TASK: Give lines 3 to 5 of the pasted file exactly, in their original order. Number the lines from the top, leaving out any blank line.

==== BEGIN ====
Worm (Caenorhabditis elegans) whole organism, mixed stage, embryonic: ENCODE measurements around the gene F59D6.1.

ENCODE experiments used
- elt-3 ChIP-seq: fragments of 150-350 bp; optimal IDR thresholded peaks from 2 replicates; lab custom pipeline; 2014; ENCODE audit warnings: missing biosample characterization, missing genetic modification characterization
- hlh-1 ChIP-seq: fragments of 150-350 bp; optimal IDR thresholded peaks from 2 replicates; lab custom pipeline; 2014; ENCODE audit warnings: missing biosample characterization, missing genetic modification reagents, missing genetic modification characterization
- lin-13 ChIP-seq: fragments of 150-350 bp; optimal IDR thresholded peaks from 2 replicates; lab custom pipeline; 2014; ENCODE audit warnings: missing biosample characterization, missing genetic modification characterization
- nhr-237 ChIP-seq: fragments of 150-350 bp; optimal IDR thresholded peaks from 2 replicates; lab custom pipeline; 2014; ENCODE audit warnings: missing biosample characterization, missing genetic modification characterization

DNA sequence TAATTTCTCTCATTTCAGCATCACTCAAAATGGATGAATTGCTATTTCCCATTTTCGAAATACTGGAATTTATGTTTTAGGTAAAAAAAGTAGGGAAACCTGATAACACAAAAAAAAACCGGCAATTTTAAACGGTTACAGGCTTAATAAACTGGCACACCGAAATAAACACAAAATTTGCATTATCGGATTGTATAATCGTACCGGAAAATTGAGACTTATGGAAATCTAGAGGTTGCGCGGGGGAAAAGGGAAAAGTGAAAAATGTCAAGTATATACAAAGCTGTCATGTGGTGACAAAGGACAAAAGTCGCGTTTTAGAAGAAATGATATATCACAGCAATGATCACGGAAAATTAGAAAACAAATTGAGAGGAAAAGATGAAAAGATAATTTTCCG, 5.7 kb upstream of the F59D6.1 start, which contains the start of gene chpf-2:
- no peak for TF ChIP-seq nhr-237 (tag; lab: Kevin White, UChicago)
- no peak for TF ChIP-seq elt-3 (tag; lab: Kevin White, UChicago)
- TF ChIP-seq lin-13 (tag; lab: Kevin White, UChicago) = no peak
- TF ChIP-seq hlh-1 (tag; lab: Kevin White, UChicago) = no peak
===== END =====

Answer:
- elt-3 ChIP-seq: fragments of 150-350 bp; optimal IDR thresholded peaks from 2 replicates; lab custom pipeline; 2014; ENCODE audit warnings: missing biosample characterization, missing genetic modification characterization
- hlh-1 ChIP-seq: fragments of 150-350 bp; optimal IDR thresholded peaks from 2 replicates; lab custom pipeline; 2014; ENCODE audit warnings: missing biosample characterization, missing genetic modification reagents, missing genetic modification characterization
- lin-13 ChIP-seq: fragments of 150-350 bp; optimal IDR thresholded peaks from 2 replicates; lab custom pipeline; 2014; ENCODE audit warnings: missing biosample characterization, missing genetic modification characterization